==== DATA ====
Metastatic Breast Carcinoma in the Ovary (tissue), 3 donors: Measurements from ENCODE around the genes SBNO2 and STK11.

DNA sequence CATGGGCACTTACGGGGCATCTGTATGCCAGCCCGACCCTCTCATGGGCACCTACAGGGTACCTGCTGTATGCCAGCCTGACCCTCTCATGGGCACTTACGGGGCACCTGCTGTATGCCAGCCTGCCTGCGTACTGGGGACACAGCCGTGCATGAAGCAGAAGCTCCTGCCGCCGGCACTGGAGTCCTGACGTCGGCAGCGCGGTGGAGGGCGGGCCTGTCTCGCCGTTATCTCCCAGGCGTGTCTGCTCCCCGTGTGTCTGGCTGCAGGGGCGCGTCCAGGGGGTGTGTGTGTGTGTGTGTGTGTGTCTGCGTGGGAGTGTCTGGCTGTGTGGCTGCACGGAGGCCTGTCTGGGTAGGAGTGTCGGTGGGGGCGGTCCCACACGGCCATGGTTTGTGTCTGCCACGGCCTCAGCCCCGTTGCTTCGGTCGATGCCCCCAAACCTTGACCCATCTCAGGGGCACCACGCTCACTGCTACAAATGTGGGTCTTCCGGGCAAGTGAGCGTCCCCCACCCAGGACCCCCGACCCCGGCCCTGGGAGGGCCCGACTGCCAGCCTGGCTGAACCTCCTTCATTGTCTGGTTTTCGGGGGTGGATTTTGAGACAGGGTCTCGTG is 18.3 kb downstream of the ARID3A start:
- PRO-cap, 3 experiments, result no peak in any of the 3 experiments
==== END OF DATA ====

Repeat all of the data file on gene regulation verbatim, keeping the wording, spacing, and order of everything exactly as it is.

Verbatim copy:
Metastatic Breast Carcinoma in the Ovary (tissue), 3 donors: Measurements from ENCODE around the genes SBNO2 and STK11.

DNA sequence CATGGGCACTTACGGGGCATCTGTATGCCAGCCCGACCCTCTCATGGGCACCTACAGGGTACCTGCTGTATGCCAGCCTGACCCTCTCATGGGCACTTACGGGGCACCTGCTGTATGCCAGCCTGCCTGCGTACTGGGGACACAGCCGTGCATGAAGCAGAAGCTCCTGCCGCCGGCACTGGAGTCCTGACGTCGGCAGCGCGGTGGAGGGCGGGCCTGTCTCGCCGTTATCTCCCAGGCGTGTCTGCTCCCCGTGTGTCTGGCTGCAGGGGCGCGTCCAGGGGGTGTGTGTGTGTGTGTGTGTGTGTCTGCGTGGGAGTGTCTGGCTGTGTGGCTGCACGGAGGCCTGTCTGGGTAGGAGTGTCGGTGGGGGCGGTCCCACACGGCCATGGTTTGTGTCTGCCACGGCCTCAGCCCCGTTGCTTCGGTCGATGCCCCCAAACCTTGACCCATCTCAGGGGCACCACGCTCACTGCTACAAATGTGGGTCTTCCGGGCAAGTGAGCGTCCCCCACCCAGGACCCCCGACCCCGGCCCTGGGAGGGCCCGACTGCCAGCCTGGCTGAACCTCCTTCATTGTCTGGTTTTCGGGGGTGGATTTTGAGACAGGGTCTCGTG is 18.3 kb downstream of the ARID3A start:
- PRO-cap, 3 experiments, result no peak in any of the 3 experiments